Leiker said that the city added a rod iron fence and plants to separate the new bike path from their backyards. “I’m not sure how long bougainvillea and the other plants they planted take to create enough cover for privacy,” she said, “but it will take longer than 30 days.”

“If they (the city) knew they were going to build a bike path for us [cyclists] a long time ago,” Suarez said, “why didn’t they warn the residents when the construction began.”

Here's something you might be interested in.
Submit a free classified
or view all

Previous article

It’s hard for me to leave Imperial Beach

There were three dolphins behind us, and two on each side of us.
Next Article

Dead bodies pile up at Tijuana's Semefo

More than 270 corpses moved to Juarez neighborhood start to smell
Kelly Leiker: "My husband has slowly been fixing up the yard for us to enjoy come summer."
Kelly Leiker: "My husband has slowly been fixing up the yard for us to enjoy come summer."

“They want the neighborhood to look pretty from the back too,” said Pete Suarez, “now that’s a crock.”

Jerry (right): “I feel bad for the gear heads that can’t wrench without constantly looking over their shoulders.”

Suarez bikes from south San Diego through Imperial Beach to get to Coronado. On April 28, I spotted him riding his turquoise Bianchi all-road bike, on the new bike trail behind the houses of 7th Street that leads to the Bayshore Bikeway/Silver Strand Bikeway.

“Even if their backyards looked like Sanford and Son, I wouldn’t get distracted,” he said, “but just maybe, the tourists that rent those goofy ofo bikes, might, and lose control if they see piles of junk.”

Pete Suarez: “Even if their backyards looked like Sanford and Son, I wouldn’t get distracted.”

On April 20, some IB residents that live on 7th Street received a letter from the city of Imperial Beach that said they had to clean up their backyards in 30 days, or be fined.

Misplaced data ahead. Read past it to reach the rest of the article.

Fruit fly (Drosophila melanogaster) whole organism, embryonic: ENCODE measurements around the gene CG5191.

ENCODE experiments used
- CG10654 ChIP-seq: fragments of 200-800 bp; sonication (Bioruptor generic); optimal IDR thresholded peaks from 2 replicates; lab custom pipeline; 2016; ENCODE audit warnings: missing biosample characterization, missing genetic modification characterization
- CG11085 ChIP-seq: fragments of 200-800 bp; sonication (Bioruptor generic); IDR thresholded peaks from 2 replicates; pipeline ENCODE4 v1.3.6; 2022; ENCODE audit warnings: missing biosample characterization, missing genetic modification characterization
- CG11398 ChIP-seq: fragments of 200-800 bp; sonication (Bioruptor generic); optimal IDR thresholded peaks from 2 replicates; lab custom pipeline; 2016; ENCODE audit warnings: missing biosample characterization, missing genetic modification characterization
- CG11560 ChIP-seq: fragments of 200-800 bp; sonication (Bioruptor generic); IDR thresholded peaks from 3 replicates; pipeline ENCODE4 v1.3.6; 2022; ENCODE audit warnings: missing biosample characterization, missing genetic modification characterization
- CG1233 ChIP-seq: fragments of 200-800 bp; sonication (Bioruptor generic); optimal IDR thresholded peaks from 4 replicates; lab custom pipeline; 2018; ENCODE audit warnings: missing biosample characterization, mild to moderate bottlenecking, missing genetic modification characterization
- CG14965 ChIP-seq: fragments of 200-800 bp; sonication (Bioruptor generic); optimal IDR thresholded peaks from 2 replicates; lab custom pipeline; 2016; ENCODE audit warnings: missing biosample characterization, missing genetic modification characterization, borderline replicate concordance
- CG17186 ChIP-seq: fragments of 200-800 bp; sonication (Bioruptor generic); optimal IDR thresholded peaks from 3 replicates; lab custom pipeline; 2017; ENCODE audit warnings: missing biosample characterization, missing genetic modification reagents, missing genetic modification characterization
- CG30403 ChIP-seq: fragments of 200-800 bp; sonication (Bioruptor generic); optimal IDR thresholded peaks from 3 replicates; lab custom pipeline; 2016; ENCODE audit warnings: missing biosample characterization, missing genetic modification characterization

“We thought that there would never be anything behind our home since its a bird estuary,” said Kelly Leiker. “There was never a trail before a few months ago.”

Leiker received one of the “Notice of intent to enforce minimum standards for properties” letters from the city. Her mother’s owned the house on 7th Street since 1977, but since then, Leiker has taken over, and in the last year, she and her husband invested $130,000 to fix it up.

Residents will be “assessed a fine of not less than $100.00.”

“We have an infant and a preschooler that deserve our attention after work,” she said, “and my husband has slowly been fixing up the yard for us to enjoy come summer. I’m not sure if our yard is in compliance or not and we have yet to fix any questionable characteristics of our backyard.”

On the letter it reads in part “Please review the condition of the rear yard area of your property. If any of the conditions below are present, please correct the violations within 30 days of this notice.”

“Our yard isn’t a junkyard,” Leiker said, “not for the tourists, not for the visitors; but for ourselves and for our children.”

Leiker then sent me photos of their backyard. The two potential violations she’s concerned about are:

“Trash, debris, construction materials, etc. are prohibited from accumulating on the property" and